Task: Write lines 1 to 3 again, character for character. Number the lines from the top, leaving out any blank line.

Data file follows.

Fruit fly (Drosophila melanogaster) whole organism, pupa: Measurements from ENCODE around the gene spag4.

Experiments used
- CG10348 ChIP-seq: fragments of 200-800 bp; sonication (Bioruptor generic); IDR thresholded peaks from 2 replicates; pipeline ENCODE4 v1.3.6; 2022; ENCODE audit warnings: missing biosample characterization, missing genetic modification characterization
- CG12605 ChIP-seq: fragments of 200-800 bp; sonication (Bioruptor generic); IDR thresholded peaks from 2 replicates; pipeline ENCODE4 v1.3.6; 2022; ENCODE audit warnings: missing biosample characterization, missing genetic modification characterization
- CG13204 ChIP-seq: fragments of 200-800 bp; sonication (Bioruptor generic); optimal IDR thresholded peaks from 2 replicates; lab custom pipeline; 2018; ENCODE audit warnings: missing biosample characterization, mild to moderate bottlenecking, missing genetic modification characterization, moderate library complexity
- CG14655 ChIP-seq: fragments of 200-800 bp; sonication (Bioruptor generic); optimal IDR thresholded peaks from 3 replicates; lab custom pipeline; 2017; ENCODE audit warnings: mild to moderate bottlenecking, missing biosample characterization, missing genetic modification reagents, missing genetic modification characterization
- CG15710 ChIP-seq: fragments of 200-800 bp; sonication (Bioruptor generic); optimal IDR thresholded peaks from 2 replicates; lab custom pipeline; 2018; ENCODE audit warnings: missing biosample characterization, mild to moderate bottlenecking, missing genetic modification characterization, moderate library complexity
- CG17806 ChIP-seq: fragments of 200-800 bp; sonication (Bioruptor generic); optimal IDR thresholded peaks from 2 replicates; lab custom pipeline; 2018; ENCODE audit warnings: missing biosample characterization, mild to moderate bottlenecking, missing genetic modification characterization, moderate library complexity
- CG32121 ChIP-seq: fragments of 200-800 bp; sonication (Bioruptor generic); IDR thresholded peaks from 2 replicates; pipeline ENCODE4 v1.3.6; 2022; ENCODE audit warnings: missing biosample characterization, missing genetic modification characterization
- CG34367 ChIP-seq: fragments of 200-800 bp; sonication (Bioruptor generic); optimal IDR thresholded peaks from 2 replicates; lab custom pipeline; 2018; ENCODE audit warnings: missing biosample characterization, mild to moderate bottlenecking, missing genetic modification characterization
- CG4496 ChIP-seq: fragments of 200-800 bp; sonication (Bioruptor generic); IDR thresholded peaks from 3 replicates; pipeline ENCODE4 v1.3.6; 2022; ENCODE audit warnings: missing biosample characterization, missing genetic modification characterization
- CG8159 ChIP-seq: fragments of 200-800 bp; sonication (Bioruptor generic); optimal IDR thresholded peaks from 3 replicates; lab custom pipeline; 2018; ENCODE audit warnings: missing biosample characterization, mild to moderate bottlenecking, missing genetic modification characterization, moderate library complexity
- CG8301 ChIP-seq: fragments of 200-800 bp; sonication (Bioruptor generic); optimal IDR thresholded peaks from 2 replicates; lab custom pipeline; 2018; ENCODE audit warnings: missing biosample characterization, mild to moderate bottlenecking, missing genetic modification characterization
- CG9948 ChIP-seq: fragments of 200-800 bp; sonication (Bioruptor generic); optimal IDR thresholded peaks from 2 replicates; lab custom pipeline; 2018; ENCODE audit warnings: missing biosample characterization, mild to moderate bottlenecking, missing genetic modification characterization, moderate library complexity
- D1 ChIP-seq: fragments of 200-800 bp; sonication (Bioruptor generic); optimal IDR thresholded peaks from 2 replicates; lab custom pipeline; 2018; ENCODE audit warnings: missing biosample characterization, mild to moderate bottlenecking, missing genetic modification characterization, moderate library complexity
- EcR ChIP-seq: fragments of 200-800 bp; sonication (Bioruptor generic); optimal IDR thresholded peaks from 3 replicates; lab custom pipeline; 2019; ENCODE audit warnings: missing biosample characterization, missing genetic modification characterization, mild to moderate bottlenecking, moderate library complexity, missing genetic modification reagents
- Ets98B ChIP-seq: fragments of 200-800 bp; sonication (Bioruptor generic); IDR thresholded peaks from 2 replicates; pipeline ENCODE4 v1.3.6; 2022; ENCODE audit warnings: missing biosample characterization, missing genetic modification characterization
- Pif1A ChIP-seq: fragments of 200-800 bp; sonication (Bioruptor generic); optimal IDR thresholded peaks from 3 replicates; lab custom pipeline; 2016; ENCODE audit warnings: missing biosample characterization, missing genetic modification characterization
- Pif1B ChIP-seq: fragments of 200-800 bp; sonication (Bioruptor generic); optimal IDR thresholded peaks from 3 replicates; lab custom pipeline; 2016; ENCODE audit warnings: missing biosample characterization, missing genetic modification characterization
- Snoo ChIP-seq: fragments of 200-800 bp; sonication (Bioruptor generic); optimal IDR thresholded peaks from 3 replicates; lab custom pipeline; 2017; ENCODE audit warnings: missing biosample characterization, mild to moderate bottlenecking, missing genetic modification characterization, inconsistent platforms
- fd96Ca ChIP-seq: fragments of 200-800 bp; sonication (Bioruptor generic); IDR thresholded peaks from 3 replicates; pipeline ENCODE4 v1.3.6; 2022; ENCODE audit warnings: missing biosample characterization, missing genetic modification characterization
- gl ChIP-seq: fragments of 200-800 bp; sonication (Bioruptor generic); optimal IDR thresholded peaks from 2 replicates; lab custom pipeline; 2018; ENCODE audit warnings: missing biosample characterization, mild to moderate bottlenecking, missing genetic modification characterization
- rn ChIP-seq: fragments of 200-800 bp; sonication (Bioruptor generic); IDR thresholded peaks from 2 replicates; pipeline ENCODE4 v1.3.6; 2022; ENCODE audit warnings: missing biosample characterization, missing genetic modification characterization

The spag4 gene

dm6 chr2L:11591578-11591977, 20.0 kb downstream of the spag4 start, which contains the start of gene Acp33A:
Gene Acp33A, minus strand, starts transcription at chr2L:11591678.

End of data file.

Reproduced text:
Fruit fly (Drosophila melanogaster) whole organism, pupa: Measurements from ENCODE around the gene spag4.

Experiments used
- CG10348 ChIP-seq: fragments of 200-800 bp; sonication (Bioruptor generic); IDR thresholded peaks from 2 replicates; pipeline ENCODE4 v1.3.6; 2022; ENCODE audit warnings: missing biosample characterization, missing genetic modification characterization